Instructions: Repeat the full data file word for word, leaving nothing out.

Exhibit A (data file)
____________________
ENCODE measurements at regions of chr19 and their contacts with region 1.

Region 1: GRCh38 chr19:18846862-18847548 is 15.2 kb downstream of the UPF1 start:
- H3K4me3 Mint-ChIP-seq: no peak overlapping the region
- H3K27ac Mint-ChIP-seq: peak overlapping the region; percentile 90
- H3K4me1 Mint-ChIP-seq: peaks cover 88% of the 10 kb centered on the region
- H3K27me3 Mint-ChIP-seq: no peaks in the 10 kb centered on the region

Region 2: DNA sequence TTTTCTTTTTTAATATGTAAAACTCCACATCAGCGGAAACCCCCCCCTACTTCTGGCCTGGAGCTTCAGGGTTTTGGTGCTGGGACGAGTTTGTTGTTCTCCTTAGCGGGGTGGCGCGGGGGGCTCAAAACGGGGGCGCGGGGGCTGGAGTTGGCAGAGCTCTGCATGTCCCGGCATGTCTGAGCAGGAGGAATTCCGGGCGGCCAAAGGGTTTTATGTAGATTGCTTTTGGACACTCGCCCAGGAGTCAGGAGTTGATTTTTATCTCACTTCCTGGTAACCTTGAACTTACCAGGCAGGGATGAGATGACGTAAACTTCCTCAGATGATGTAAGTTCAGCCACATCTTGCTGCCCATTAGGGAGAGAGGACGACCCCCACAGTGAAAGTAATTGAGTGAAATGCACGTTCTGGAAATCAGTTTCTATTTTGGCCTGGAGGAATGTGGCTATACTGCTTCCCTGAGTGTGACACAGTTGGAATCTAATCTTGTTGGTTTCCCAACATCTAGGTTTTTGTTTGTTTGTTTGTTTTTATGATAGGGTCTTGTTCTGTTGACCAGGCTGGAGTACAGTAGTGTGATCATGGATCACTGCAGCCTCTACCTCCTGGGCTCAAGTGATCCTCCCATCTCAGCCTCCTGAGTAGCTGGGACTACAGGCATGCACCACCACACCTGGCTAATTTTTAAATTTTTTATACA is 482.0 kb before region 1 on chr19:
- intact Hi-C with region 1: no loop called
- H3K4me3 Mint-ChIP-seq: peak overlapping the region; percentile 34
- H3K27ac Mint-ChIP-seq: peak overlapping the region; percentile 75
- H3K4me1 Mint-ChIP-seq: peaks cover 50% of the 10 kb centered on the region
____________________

ENCODE measurements at regions of chr19 and their contacts with region 1.

Region 1: GRCh38 chr19:18846862-18847548 is 15.2 kb downstream of the UPF1 start:
- H3K4me3 Mint-ChIP-seq: no peak overlapping the region
- H3K27ac Mint-ChIP-seq: peak overlapping the region; percentile 90
- H3K4me1 Mint-ChIP-seq: peaks cover 88% of the 10 kb centered on the region
- H3K27me3 Mint-ChIP-seq: no peaks in the 10 kb centered on the region

Region 2: DNA sequence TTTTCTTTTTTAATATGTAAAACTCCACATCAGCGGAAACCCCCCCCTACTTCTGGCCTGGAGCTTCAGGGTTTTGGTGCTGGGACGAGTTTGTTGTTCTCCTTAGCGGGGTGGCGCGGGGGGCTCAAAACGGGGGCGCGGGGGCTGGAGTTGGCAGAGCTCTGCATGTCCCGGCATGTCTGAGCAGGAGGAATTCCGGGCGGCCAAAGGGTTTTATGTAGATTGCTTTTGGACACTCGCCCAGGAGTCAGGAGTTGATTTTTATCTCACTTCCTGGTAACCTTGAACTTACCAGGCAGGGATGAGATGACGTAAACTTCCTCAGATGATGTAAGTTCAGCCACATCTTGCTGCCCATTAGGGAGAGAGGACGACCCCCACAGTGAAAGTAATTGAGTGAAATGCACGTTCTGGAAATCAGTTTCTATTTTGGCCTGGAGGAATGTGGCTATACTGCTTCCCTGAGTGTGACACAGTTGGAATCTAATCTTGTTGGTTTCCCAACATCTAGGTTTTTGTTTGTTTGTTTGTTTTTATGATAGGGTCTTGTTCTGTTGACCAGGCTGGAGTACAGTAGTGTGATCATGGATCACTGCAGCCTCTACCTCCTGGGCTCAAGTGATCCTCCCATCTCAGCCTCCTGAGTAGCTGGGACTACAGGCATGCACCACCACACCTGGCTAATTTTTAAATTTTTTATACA is 482.0 kb before region 1 on chr19:
- intact Hi-C with region 1: no loop called
- H3K4me3 Mint-ChIP-seq: peak overlapping the region; percentile 34
- H3K27ac Mint-ChIP-seq: peak overlapping the region; percentile 75
- H3K4me1 Mint-ChIP-seq: peaks cover 50% of the 10 kb centered on the region